Five Things You Don’t Want to Hear from Your Lawyer

Over the years, I have talked to a lot of clients and potential clients who are seeking compensation (for themselves or their loved ones) for a severe brain or spinal cord injury. I have heard a number of interesting stories about their experiences dealing with other lawyers — some have been upsetting, some frustrating and some funny. I want to share with you my top five.

Here are five things you do not want to hear from your lawyer if you (or your loved one) are seeking compensation for a severe brain injury or spinal cord injury:

  1. “I’m a brain or spinal cord injury lawyer. I also do wills, estates,
    conveyances or divorces.”

    No lawyers can do everything well.
  2. “This is my first brain injury or paralysis case so I’m happy to get the

    Do you want to take the risk?
  3. “Maybe you could do it yourself in Small Claims Court.”
    This is no joke! B.C. Small Claims maximum recovery is only $25,000. Far, far short
    of what a very serious case is worth.
  4. “We will need you to fund expenses in the amount of about $10,000 (or
    a similar amount).”

    I’m sorry to say it, but the expenses that are required to properly fund a serious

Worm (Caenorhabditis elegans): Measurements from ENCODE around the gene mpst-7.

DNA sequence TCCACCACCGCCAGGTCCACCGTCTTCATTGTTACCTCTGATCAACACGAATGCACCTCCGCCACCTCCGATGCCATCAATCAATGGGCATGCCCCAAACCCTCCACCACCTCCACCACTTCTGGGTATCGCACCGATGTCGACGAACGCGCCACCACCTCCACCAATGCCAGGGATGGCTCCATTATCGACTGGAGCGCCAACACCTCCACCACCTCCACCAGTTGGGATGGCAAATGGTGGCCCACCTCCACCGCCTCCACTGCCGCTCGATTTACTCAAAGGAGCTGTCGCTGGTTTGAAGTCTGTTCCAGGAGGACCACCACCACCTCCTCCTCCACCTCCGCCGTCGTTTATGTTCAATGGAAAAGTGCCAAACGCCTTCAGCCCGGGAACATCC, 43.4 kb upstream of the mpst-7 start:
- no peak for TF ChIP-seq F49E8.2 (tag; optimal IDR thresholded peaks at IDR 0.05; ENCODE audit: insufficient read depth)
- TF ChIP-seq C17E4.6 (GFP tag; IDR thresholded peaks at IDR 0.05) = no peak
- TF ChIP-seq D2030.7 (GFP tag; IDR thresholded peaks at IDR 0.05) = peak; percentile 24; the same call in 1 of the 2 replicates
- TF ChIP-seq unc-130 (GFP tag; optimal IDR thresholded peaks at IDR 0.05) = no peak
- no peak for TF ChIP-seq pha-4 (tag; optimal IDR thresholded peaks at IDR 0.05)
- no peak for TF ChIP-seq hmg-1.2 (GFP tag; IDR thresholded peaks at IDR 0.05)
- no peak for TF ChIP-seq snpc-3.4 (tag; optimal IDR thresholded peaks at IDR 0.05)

brain injury case are likely to be more in the range of $50,000 – $100,000, or even
    more. If your lawyer doesn’t know this, he or she clearly doesn’t know what is
    required. Many firms that handle very serious cases will have the ability to carry
    the expenses for the life of the file and get them reimbursed when the case
    resolves. If your law firm can’t do so, it may not have the capacity to fully manage
    the case.
  5. “Cut back on the rehab. You are (or your loved one is) getting “too
    much  better” and the case isn’t worth as much as I thought it would

    This one makes me really angry. The mother of one of my very seriously injured clients was told this by her former lawyer just before she fired him. Like every injured person, her child has only one life to live and only one chance at the best recovery possible. Every lawyer should do whatever possible to encourage, assist and support their client’s rehabilitation. If they aren’t doing that, whose interests are they serving?

If you or your loved one are seeking compensation for a traumatic brain injury or spinal cord injury, please make sure you retain experienced legal representation who understand the complex medical, as well as legal, nuances of such cases and who prioritize your (or your loved ones) care and rehabilitation above all else.

Settled Claim for 20 Times Amount Originally Estimated by Other Law Firm

A lack of understanding about how to value a serious brain injury case is very common – even amongst lawyers.